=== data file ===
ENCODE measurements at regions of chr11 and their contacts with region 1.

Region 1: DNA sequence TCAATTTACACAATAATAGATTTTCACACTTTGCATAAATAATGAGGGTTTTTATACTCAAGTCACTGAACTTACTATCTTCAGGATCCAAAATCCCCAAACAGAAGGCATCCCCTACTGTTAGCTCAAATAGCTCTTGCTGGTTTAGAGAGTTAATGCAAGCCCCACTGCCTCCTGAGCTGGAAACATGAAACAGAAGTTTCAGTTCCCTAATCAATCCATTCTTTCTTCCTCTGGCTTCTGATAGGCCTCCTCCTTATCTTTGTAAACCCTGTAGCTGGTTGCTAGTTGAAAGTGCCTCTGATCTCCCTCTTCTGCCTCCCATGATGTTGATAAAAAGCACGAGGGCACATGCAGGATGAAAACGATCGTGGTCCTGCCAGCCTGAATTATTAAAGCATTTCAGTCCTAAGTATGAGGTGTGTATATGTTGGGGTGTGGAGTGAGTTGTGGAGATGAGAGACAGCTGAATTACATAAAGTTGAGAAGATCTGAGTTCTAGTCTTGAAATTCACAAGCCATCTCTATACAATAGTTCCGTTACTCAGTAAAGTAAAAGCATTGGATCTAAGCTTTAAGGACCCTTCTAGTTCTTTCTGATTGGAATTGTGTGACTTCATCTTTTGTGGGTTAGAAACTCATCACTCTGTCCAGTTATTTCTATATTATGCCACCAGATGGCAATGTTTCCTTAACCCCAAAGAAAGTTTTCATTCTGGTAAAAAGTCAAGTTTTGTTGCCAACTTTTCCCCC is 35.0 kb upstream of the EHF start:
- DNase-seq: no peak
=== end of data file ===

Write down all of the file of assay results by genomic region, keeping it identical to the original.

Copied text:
ENCODE measurements at regions of chr11 and their contacts with region 1.

Region 1: DNA sequence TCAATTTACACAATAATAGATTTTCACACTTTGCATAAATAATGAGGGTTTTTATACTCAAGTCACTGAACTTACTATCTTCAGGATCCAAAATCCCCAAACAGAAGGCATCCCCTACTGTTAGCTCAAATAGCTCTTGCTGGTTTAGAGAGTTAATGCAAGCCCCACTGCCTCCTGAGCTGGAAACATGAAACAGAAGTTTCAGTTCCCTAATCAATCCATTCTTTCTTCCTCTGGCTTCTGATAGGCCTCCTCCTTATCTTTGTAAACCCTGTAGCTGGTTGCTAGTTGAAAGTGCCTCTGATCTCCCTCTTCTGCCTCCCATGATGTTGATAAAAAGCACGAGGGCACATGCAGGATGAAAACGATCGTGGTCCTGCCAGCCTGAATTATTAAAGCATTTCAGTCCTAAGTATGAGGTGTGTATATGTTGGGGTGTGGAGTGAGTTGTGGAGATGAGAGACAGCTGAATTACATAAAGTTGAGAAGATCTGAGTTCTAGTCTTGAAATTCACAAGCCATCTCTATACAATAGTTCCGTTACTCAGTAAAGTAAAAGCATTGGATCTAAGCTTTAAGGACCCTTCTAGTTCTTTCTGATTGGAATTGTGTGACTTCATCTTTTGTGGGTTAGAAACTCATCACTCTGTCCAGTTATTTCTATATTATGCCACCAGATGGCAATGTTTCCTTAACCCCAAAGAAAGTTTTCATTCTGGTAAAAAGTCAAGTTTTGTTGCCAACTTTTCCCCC is 35.0 kb upstream of the EHF start:
- DNase-seq: no peak